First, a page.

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The table also includes "on-ice shooting percentage" (On-Ice Sh%), a wonderfully useful number that accounts for every shot the Canucks take with either Henrik or Daniel Sedin on the ice, and the percentage of those shots which result in goals. What’s remarkable about On-Ice Sh% is that it’s a very stable number, and the vast majority of NHL players will fall between 7% and 8.5% on-ice shooting over a large enough sample. The "outliers" on the top-end tend to be the players we’d all agree are the most talented offensive players in the world (Sidney Crosby leads the league in on-ice sh% over the past five seasons), while the outliers on the low-end are similarly the guys that you’d expect to find there (Rod Pelley, Daniel Winnick). 

Finally the tables include the counting stats (goals+assists=points) for both twins at even-strength (ES points), on the power-play (PP points) and total points. Of course the tables also include the "Corsi" rate (expressed as a percentage) for both twins. Corsi is a metric that takes into account every shot, and also every "chance for a shot" that either team takes (so all goals for and against, all shots for and against, all missed shots for and against and all blocked shots for and against). These chances for shots, or "on-ice events" as hockey math nerds call them, correlate closely with zone-time. So we’re including Corsi% this case as a proxy for puck possession. The higher a player’s Corsi%, the more time that player spent in the opponents end of the rink generating chances (or chances at chances).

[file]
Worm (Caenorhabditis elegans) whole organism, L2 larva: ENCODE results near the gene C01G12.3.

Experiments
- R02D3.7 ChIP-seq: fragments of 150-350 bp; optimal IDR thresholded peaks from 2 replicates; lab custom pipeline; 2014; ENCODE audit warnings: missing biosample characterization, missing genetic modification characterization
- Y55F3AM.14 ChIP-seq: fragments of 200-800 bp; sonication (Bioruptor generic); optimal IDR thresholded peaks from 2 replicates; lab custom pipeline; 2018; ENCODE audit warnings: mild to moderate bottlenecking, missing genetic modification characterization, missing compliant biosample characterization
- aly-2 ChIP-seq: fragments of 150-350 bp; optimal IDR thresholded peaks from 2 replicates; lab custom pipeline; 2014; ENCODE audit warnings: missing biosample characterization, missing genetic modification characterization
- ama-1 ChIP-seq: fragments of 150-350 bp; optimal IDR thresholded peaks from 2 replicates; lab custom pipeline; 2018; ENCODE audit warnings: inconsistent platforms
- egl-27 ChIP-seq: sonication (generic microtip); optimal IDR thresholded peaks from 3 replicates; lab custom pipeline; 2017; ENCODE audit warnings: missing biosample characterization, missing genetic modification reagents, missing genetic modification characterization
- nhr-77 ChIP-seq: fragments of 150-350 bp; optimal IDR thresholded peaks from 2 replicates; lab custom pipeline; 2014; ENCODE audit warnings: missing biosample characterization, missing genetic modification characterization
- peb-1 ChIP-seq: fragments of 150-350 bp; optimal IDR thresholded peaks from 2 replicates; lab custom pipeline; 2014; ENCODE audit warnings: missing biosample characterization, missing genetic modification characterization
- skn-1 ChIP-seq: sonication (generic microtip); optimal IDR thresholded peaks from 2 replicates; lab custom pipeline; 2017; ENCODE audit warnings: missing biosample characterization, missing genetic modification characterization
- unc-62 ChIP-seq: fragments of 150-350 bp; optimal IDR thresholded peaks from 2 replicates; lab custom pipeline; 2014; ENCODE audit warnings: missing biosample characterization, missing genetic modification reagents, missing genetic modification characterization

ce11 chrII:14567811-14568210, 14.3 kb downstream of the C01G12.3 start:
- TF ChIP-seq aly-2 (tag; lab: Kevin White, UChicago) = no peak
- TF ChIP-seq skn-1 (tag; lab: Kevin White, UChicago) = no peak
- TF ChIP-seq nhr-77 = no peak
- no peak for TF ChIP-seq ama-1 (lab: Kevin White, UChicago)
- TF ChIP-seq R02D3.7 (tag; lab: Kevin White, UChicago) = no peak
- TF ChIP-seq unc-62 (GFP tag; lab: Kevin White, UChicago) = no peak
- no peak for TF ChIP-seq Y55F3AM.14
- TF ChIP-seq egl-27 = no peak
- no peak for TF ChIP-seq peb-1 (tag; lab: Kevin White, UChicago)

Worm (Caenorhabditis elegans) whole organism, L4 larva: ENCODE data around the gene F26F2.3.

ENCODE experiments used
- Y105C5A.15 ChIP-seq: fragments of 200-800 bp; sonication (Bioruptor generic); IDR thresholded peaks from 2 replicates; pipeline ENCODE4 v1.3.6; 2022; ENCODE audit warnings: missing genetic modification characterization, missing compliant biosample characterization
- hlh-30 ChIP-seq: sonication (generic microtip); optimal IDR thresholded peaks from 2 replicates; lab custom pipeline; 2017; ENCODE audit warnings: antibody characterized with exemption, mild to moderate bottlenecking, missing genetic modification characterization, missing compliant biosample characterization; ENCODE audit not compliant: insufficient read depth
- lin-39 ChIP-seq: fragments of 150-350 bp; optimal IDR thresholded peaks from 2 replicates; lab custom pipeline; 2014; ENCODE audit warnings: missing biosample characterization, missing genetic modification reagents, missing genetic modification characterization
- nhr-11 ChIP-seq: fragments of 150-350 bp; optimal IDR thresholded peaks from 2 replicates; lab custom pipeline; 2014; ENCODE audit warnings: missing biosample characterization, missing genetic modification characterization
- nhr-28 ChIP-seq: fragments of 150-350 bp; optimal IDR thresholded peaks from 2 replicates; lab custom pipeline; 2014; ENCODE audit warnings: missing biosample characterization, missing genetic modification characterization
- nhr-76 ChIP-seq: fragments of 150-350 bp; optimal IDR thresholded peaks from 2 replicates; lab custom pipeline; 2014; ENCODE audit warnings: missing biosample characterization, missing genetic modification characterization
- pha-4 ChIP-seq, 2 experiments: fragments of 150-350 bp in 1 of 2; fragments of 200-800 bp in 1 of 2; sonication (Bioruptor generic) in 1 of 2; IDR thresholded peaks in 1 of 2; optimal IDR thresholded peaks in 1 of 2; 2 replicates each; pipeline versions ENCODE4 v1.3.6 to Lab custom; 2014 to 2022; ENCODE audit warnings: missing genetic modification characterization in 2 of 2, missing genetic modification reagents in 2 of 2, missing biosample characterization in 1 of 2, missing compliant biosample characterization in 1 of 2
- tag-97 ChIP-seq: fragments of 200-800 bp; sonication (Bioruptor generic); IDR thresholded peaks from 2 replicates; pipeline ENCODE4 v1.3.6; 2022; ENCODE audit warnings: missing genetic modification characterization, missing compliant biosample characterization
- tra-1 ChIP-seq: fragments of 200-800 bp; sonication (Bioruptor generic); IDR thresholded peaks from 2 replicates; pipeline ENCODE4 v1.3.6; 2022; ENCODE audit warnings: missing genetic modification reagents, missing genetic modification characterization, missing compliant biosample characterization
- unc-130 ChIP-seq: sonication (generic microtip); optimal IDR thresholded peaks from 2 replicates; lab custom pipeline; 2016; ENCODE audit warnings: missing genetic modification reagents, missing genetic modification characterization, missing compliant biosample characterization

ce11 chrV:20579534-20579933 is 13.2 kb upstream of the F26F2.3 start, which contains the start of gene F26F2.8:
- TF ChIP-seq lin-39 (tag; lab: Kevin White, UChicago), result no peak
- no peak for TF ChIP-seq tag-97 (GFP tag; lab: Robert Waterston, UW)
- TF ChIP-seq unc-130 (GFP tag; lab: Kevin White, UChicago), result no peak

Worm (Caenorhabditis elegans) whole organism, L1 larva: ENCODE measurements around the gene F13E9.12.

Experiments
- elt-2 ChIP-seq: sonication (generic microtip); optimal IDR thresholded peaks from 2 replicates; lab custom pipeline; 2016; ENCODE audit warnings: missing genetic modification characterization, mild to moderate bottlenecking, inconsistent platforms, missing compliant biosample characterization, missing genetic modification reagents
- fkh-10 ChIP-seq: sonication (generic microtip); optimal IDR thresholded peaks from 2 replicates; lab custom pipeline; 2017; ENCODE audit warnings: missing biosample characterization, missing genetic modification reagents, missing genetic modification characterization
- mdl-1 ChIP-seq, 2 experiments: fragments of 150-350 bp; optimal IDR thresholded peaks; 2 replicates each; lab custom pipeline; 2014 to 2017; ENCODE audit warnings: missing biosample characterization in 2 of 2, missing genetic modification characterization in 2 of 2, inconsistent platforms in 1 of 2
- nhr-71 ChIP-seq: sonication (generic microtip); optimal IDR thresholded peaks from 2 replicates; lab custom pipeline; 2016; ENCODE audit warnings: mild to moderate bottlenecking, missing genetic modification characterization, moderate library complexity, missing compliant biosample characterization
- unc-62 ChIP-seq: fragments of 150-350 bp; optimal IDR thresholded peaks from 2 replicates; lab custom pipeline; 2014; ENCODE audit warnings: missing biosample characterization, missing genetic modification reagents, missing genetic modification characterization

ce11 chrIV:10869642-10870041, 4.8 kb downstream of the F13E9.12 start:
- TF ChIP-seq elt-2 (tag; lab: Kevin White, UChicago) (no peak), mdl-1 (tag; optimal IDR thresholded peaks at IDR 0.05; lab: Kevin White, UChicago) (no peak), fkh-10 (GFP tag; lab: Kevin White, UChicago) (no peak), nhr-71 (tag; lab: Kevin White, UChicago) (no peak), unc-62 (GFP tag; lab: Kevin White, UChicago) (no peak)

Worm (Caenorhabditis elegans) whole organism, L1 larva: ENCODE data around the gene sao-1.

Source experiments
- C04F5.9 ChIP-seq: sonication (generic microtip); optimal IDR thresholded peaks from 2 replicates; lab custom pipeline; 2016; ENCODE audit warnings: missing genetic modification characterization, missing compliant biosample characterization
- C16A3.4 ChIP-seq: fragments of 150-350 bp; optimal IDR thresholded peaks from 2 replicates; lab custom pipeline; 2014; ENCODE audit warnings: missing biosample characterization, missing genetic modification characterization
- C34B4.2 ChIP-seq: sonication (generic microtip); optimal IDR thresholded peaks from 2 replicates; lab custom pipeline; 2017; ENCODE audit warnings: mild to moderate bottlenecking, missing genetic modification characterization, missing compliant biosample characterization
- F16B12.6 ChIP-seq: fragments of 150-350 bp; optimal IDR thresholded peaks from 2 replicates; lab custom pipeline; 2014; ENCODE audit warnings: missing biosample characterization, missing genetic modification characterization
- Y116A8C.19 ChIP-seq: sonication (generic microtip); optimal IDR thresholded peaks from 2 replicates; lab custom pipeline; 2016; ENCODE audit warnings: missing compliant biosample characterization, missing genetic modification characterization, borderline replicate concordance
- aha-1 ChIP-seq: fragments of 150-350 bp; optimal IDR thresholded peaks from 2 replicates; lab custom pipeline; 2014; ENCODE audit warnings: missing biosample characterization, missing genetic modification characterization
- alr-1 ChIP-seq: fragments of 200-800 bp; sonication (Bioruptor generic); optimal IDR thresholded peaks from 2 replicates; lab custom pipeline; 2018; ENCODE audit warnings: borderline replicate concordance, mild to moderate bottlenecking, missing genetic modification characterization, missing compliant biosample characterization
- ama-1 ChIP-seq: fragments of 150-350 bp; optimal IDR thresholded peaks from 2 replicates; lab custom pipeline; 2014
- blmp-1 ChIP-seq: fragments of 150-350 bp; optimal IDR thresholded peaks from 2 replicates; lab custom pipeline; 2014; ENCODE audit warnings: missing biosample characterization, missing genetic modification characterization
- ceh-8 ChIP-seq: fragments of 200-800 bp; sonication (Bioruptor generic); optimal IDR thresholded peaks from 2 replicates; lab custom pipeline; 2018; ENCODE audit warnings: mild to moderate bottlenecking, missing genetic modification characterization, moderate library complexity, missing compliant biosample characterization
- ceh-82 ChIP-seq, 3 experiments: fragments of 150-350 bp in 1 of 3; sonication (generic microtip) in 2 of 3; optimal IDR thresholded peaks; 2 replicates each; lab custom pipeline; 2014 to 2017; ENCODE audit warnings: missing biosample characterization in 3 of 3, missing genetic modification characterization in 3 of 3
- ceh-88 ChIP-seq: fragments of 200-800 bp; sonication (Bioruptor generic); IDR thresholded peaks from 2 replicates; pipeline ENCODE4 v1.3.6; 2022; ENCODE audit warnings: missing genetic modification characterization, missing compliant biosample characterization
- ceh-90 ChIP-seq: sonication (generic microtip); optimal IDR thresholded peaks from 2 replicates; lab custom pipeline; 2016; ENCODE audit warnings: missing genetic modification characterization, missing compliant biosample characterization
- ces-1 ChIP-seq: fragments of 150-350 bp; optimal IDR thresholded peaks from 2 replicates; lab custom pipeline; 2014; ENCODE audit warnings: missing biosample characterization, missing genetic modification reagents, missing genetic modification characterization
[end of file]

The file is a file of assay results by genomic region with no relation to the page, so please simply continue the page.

Still reading? God bless you. Here’s the table for Henrik Sedin:

Henrik Sedin Ozone Start% SF/60 GF/60 GA/60 Diff On-Ice Sh% ES Points PP Points Totals Corsi%
2007-08 54.8% 27.5 2.8 2.53 0.27 9.2% 10+36=46 4+25=29 76 52.1%
2008-09 49.9% 29.1 3.42 2.16 1.26 10.5% 18+38=56 4+22=26 82 53.8%
2009-10 57.7% 29.5 4.65 2.72 1.93 13% 23+60=83 4+23=27 112 55.8%
2010-11 71.4% 30.9 3.66 2.34 1.32 9.7% 11+48=59 8+27=35 94 55.5%
2011-12 78.6% 31.2 3.29 2.02 1.27 9.3% 6+48=54 8+9=27 81 57.9%

And here’s the table for Daniel: 

Daniel Sedin Ozone Start% SF/60 GF/60 GA/60 Diff On-Ice Sh% ES Points PP Points  Total Corsi%
2007-08 57.8% 28.5 2.52 2.25 0.27 8.1% 17+25=42 12+20=32 74 54.5%
2008-09 52.4% 29.3 3.4 1.94 1.46 10.4% 22+36=58 9+15=24 82 53.8%
2009-10 61.8% 30.6 5.15 2.61 2.54 13.7% 21+43=64 8+13=21 85 56.3%
2010-11 74.5% 30.3 3.73 2.09 1.64 10.4% 23+39=62 18+24=42 104 56.3%
2011-12 79.6% 31.1 3 2.13 0.87 8.6% 20+22=42 10+15=25 67 59.3%